Guidance for investigating attacks using CVE-2022-21894: The BlackLotus campaign

This guide provides steps that organizations can take to assess whether users have been targeted or compromised by threat actors exploiting CVE-2022-21894 via a Unified Extensible Firmware Interface (UEFI) bootkit called BlackLotus. UEFI bootkits are particularly dangerous as they run at computer startup, prior to the operating system loading, and therefore can interfere with or deactivate various operating system (OS) security mechanisms such as BitLocker, hypervisor-protected code integrity (HVCI), and Microsoft Defender . Though this could impede investigations and threat hunting efforts, several artifacts can still be leveraged to identify affected devices. This document covers:

  • Techniques to determine if devices in an organization are infected
  • and prevention strategies to protect your environment

It is critical to note that a threat actor's use of this bootkit is primarily a persistence and defense evasion mechanism. It is not a first-stage payload or an initial access vector and can only be deployed to a device to which a threat actor has already gained either privileged access or physical access. The malware uses CVE-2022-21894 (also known as Baton Drop) to bypass Windows Secure Boot and subsequently deploy malicious files to the EFI System Partition (ESP) that are launched by the UEFI firmware. This allows the bootkit to:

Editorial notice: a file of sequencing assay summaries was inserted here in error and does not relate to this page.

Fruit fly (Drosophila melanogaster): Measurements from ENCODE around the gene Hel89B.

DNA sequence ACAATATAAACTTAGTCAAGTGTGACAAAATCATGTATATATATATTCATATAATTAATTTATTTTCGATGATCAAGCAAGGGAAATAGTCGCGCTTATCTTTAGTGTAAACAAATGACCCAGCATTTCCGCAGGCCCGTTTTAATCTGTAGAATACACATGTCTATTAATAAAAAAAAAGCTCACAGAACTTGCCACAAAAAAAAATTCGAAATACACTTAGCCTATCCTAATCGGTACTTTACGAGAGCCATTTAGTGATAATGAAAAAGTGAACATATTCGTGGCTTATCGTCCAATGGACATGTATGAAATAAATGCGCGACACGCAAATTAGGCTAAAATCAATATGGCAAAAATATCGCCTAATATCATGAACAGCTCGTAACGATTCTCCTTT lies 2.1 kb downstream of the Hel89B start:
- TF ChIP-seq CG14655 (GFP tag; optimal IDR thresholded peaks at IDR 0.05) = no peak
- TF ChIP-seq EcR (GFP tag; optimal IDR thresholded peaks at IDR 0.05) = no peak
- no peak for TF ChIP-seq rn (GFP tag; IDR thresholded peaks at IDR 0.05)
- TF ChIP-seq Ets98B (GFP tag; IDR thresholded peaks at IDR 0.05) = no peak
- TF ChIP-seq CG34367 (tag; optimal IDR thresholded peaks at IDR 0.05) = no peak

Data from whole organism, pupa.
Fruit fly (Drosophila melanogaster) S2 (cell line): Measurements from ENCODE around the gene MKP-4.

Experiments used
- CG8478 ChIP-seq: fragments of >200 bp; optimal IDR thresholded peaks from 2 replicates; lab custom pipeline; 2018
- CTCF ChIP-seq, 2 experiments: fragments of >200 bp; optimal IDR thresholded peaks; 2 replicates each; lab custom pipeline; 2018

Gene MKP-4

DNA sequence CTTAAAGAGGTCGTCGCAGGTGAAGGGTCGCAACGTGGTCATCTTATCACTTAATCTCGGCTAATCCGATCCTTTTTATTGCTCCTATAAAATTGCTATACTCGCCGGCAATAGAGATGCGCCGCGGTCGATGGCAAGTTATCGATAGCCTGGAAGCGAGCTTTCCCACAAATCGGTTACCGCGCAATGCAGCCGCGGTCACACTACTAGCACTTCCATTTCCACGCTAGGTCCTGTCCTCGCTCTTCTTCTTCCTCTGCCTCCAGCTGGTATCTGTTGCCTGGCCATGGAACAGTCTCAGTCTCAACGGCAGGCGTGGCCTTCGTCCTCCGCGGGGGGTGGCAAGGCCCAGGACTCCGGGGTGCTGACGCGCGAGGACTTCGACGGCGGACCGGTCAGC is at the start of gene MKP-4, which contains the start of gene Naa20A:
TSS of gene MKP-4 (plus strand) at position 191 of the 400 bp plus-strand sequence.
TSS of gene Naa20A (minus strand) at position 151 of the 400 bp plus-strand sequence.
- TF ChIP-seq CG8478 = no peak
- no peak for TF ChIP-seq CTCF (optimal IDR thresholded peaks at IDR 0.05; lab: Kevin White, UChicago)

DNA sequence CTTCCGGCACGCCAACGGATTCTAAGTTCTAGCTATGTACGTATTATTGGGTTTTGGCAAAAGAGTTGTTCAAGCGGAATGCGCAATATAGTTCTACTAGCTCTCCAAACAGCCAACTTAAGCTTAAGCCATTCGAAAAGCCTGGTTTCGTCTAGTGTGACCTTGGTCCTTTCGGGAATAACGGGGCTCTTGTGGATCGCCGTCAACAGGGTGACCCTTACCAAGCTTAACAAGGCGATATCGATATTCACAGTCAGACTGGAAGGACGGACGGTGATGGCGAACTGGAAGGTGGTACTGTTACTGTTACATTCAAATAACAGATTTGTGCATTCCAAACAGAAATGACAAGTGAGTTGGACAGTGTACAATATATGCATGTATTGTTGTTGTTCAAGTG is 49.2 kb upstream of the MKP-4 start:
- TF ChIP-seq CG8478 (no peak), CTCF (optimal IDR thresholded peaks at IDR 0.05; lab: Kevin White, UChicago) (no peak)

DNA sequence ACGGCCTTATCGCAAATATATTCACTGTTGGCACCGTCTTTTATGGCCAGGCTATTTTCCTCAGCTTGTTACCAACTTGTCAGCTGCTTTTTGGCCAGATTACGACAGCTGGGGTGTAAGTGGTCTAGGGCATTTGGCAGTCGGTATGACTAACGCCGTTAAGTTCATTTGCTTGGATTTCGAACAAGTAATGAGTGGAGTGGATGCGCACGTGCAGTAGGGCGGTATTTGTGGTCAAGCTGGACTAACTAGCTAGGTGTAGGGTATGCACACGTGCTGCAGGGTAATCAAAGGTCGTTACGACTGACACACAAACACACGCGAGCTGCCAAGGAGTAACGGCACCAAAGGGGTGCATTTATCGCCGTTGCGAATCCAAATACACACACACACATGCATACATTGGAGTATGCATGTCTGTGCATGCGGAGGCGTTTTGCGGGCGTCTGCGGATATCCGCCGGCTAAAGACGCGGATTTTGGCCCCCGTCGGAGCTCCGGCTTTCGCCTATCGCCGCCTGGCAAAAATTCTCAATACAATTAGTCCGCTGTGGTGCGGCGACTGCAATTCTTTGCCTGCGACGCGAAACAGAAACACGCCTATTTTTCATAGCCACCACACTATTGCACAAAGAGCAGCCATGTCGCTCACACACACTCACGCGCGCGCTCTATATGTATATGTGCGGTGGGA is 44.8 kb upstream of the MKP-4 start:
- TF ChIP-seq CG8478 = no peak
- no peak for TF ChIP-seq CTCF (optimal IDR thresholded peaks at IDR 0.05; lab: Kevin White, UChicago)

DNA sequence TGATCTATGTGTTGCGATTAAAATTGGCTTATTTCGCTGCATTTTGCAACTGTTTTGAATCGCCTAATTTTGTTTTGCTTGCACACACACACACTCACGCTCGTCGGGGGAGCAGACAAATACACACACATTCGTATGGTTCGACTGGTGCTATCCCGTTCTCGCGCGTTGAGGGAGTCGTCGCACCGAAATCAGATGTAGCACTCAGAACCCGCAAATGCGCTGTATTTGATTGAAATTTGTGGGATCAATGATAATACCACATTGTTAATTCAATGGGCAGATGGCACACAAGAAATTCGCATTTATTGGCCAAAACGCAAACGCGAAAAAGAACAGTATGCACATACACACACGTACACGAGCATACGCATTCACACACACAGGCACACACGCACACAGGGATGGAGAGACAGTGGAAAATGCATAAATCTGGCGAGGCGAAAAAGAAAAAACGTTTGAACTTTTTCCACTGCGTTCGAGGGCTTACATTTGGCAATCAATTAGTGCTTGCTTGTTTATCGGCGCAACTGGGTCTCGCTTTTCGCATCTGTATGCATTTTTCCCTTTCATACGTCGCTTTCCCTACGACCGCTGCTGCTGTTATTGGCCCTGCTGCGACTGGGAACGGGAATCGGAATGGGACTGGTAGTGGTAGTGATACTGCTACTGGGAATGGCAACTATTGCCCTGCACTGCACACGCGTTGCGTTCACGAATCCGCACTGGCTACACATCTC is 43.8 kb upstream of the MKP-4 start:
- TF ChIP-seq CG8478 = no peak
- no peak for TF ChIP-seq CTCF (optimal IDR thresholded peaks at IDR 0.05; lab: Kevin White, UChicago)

• Achieve persistence by enrolling the threat actor's Machine Owner Key (MOK)
  • Turn off HVCI to allow deployment of a malicious kernel driver
  • Leverage the kernel driver to deploy the user-mode HTTP downloader for command and control (C2)
  • Turn off Bitlocker to avoid tamper protection strategies on Windows
  • Turn off Microsoft Defender to avoid further detection

For a comprehensive analysis of the BlackLotus installation process and follow-on actions, read this blog by ESET.

Detection opportunities

Microsoft Incident Response (previously known as Microsoft Detection and Response Team – DART), through forensic analysis of devices infected with BlackLotus, has identified multiple opportunities for detection along several steps in its installation and execution processes. The artifacts analyzed include:

  • Recently written bootloader files
  • Staging directory artifacts created
  • Registry key modified
  • Windows Event logs entries generated